They call out more frequently in their mating seasons. The easiest way to identify them is to look for their long tufts.

Fun Fact or Interesting Fact

  • They prefer moving in clusters that can have even hundreds of Long-Eared owls
  • The lifespan of long-eared owls is much shorter than other species discussed in this article

8. Snowy Owl

Owls in Vermont: When and Where to Find Them 8
Image Credit: Ondrej Prosicky, Shutterstock
  • Length:  20.5-27.9 inches
  • Weight: 56.4-104.1 oz
  • Wingspan: 49.5-57.1 inches

Commonly Found In

Snowy owls are one of the most beautiful species of owl that you can find. If you manage to spot them, consider yourself lucky. Unfortunately, they are rarely seen in Vermont.

They usually live in the tundra of Northern Canada. In the winter, they tend to migrate south, but there’s no telling how south they’ll come.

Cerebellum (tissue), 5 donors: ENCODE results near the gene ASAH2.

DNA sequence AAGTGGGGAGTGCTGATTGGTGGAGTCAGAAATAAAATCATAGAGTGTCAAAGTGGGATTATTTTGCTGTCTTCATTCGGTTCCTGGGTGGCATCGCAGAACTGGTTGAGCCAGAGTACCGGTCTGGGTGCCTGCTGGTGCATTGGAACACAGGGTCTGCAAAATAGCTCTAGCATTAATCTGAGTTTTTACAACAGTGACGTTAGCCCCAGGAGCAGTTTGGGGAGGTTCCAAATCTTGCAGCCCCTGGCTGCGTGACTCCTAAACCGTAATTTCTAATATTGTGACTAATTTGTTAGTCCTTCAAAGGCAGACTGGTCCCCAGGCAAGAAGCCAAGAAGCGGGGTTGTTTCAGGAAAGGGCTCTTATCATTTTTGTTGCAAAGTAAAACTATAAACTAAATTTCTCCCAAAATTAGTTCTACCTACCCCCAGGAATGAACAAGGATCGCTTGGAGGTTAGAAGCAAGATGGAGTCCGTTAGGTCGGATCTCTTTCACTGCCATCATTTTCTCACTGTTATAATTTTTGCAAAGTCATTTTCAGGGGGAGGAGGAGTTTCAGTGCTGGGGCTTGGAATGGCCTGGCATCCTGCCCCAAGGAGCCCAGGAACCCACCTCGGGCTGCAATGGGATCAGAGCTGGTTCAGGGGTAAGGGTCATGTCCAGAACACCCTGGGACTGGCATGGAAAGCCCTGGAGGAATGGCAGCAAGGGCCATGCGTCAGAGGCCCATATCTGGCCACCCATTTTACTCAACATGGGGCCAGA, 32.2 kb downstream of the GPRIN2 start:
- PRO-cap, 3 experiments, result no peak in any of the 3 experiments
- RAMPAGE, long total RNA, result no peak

They are known to come as far as the northern borders of the US. So, you can see them only in the winter, and you’ll have to be lucky to spot one of them.

Behavior or Characteristics

They get their name due to their snowy look. These owls have snow-white feathers, and their feathers get whiter the older they get. Their white feathers aren’t for beauty only, but it serves the crucial purpose of camouflaging them as they live in the tundra for the most part.

These owls are rather gentle, and they aren’t that aggressive in terms of hunting. They feed mostly on fish and rodents. Sometimes, they feed on smaller birds too.

However, they’re very aggressive in terms of territory defending. They don’t hesitate before attacking large predators such as bears should they enter their territory.

While they’re tougher to detect in the tundra, they become easy to detect in Vermont as they can’t blend in the forest area.

Fun Fact or Interesting Fact

  • Their feathers are white as snow, and they get whiter the more they age
  • They have the guts to attack even large predators

9. Great Gray Owl

Owls in Vermont: When and Where to Find Them 9
Image Credit: Tomas Drahos, Shutterstock